The all-new commentary track by film journalist Samm Deighan opens with production details and what makes the film fascinating to her and where it lines up in Romanian film.  Some of the other details include how closely the film hues to Rice-Boroughs Tarzan and its archetypes, the connections to Delta Space Mission – it’s essentially a “loose sequel”, a larger conversation about the various influences the film pulled from, the origins of the film similar to Delta Space Mission as it began as a series of short episodes, the Romanian film industry at the time – as a Soviet Controlled Nation – and their access to more western films, the sci-fi genre and how it pulls – in this film – from fairy tales, folklore, fantasy, exploration/adventure, a discussion of how Dune relates to The Son of The Stars, how this film deals with the themes of what Romania was going through politically during the time, the censorship and process they had to go through to get Delta Space Mission and The Son of The Stars, the regime changes that caused them to not be able to make a third animated film, some of the Romanian Authors that influenced the film and larger science fiction works, the English Language Authors that included the film, the rise of “Socialist Realism” rather than genre in Romania and the Eastern Bloc in general – and how the genre material got through and how The Son of The Stars was influenced by this, a side conversation about a book called “It’s Hard to be a God” and how it relates to the film, a discussion of John Carter of Mars and its closeness to the film, a historical account of the Romanian occupation by Russian – and context of how artists were allowed to create more “liberal” Communist/Socialist government and not as oppressive and how this relates and correlates to their Science Fiction output, On the Silver Globe – another science fiction movie that its director was banned and took years to finish, a discussion of the Romanian Secret Police – who happened to be the worst of the Secret Police of the Eastern Bloc, and a further discussion about the oppressiveness and eventually the resistance that came about out of it, the rise of animated film in the Eastern Bloc and how it relates to director Călin Cazan and his production Company, a discussion about what makes The Son of the Stars so special and so unique within the sci-fi genre and much more.  Much like she did with Zero Grad, Samm Deighan, delivers another exhaustive, thoroughly researched, enlightening commentary track.  Those unfamiliar and familiar with Romanian films, the work of Călin Cazan will be delighted by her track.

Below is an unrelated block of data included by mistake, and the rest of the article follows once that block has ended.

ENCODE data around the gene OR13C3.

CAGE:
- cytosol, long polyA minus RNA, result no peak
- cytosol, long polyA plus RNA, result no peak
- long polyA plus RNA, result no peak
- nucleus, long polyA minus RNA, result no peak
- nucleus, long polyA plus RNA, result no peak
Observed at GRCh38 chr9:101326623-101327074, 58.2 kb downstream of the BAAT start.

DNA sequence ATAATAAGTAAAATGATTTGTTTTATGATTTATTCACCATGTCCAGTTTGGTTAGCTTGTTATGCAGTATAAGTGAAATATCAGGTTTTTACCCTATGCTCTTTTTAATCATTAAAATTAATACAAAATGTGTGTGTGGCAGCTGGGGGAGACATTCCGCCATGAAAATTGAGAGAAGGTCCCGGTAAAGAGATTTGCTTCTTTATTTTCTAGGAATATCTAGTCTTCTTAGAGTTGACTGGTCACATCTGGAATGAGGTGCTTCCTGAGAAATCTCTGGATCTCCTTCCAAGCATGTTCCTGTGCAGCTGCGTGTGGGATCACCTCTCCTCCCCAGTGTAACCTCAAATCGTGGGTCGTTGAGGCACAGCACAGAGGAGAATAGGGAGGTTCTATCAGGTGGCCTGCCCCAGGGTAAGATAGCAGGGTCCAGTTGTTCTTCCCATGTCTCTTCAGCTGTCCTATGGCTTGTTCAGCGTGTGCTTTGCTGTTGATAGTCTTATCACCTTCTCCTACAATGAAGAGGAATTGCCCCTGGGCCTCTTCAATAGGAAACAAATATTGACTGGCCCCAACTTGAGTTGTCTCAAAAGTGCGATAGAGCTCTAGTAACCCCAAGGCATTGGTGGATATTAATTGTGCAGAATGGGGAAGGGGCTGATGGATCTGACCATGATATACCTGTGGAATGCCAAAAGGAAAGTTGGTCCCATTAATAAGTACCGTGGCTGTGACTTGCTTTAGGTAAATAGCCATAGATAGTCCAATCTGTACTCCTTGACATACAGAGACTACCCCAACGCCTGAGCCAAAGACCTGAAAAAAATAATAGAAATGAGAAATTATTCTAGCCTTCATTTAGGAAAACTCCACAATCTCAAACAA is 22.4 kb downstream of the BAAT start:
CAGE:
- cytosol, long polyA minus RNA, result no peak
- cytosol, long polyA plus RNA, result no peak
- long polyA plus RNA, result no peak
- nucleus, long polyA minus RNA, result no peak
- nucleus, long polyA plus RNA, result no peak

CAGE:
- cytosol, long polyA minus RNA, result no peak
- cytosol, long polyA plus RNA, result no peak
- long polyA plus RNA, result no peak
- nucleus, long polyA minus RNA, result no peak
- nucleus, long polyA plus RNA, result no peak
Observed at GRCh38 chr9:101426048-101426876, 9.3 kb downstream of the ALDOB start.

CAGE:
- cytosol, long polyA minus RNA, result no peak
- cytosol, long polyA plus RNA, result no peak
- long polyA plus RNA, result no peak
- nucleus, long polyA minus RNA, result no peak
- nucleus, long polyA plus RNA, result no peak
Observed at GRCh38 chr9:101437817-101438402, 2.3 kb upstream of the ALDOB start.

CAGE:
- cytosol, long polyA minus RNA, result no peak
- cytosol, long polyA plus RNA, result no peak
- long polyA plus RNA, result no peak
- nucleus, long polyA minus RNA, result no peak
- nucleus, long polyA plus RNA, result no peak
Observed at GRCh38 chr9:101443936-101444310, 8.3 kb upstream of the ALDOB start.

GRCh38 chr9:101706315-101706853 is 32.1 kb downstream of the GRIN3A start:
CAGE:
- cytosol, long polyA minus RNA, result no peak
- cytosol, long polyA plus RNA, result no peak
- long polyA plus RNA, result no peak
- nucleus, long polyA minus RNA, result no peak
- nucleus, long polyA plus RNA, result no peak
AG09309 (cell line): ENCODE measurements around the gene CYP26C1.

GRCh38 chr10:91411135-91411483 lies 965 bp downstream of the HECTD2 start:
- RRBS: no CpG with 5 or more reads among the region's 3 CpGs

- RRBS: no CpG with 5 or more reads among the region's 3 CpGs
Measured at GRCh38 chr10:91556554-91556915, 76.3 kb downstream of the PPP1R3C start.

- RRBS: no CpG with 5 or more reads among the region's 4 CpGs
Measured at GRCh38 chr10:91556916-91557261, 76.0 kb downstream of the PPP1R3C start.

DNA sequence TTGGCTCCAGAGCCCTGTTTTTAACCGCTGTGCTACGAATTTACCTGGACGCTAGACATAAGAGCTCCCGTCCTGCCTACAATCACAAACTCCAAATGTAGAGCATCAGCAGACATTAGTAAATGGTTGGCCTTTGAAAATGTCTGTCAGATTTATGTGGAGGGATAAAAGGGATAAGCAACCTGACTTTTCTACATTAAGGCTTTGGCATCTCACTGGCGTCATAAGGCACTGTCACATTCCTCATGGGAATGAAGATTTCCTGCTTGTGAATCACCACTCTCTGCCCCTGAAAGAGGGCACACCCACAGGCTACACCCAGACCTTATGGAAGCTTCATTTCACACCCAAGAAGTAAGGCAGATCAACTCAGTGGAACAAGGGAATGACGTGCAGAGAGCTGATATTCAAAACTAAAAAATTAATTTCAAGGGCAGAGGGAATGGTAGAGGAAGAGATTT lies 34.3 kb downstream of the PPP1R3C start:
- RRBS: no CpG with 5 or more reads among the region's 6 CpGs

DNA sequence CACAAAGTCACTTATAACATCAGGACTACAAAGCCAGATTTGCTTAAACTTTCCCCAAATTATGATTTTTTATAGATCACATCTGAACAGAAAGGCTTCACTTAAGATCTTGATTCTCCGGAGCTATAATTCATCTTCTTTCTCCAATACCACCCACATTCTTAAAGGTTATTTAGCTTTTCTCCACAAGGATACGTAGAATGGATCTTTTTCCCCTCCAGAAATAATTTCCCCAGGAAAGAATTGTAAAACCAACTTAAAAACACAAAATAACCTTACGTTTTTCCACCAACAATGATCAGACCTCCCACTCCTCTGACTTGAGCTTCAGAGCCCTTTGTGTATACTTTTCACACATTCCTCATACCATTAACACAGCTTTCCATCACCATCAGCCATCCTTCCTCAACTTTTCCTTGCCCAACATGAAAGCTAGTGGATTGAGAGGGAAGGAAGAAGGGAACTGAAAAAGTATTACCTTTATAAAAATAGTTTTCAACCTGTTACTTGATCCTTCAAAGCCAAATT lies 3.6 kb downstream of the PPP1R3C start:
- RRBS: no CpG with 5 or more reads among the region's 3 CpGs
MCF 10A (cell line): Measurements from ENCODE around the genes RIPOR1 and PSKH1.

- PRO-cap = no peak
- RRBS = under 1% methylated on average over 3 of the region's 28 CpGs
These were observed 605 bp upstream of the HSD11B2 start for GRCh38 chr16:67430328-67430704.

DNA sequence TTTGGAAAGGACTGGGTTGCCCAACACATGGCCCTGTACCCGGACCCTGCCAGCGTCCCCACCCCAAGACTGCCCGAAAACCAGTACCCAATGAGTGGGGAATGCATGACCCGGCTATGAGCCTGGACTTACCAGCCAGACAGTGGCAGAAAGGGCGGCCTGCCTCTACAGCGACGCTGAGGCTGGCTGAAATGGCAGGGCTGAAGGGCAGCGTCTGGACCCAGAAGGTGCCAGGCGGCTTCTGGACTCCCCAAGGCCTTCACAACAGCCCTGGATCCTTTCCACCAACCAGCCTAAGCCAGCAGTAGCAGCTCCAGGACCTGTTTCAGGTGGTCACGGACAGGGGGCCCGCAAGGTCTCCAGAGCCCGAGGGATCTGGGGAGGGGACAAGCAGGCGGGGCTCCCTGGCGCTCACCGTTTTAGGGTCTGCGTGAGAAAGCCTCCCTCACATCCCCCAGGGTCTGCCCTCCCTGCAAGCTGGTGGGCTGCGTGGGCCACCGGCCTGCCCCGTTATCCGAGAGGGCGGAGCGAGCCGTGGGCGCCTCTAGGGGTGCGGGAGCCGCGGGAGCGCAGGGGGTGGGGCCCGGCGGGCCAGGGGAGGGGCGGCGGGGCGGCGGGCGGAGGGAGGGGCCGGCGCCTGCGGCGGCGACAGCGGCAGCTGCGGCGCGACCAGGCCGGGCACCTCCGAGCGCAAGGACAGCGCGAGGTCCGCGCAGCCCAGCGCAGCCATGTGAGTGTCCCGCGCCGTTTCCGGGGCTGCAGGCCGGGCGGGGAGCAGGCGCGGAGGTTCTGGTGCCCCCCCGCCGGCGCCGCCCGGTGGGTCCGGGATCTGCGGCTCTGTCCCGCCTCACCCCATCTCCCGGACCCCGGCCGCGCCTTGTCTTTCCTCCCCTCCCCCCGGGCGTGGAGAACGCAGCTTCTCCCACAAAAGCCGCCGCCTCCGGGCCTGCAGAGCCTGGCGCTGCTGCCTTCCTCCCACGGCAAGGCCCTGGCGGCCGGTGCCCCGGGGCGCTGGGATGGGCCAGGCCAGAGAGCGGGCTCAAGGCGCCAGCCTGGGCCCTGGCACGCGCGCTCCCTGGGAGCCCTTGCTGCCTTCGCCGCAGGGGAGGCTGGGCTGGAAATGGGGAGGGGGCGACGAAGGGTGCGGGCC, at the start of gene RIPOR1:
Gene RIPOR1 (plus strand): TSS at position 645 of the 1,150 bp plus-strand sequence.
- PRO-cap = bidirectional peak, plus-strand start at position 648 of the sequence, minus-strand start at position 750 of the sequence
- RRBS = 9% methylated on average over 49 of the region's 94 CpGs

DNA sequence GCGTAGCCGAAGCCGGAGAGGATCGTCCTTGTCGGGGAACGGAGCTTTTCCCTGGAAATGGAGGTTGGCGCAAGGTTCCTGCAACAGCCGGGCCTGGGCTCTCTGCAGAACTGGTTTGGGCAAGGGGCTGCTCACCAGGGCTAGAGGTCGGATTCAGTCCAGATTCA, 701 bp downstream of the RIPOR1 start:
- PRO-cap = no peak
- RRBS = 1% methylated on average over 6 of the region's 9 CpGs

Interview with Co-Director Călin Cazan (49:34) – in this all-new with co-director Călin Cazan, the director discusses The Son of the Stars.  Interviewed by Deaf Crocodile co-founder Denis Bartok via Zoom, this is essentially a continuation of their conversation that began with Delta Space Mission.  Some of the details include their pitching of The Son of the Stars how it butted up against the completion of Delta Space Mission, the development of the look and design of the film, the inspiration he pulled from Tarzan, Robinson Caruso on Mars, The Jungle Book [the Sabu starring version], the heavy influence of The Empire Strikes Back, the way they produced the film – as shorts first then combining them to make a film like Delta Space Mission, how he worked/collaborated with co-director Mircea Toia, the release and how it was received by critics, a great conversation about where the telekinetic aspect of the film came from, a deep dive into the production process on this animated film and how it was produced, a discussion of rotoscoping and how it was used here – and some great visual examples of how this is particular process is produced, his love and inspiration of Hanna-Barbera Productions, the casting and working with the voice cast, the multiple titles of the film, and much more.  Bartok as a host knows exactly how to guide this fascinating conversation and what everyone wants to know about this truly special animated film.  

The Final Thought 

The Son of the Stars continues Deaf Crocodile’s amazing curation of rare gems of cinema.  Picture, sound, and extras are all what we are beginning to come to expect from the Boutique label.  Highest Possible recommendations!!! 

Deaf Crocodile’s Blu-Ray edition of The Son of the Stars is out February 28th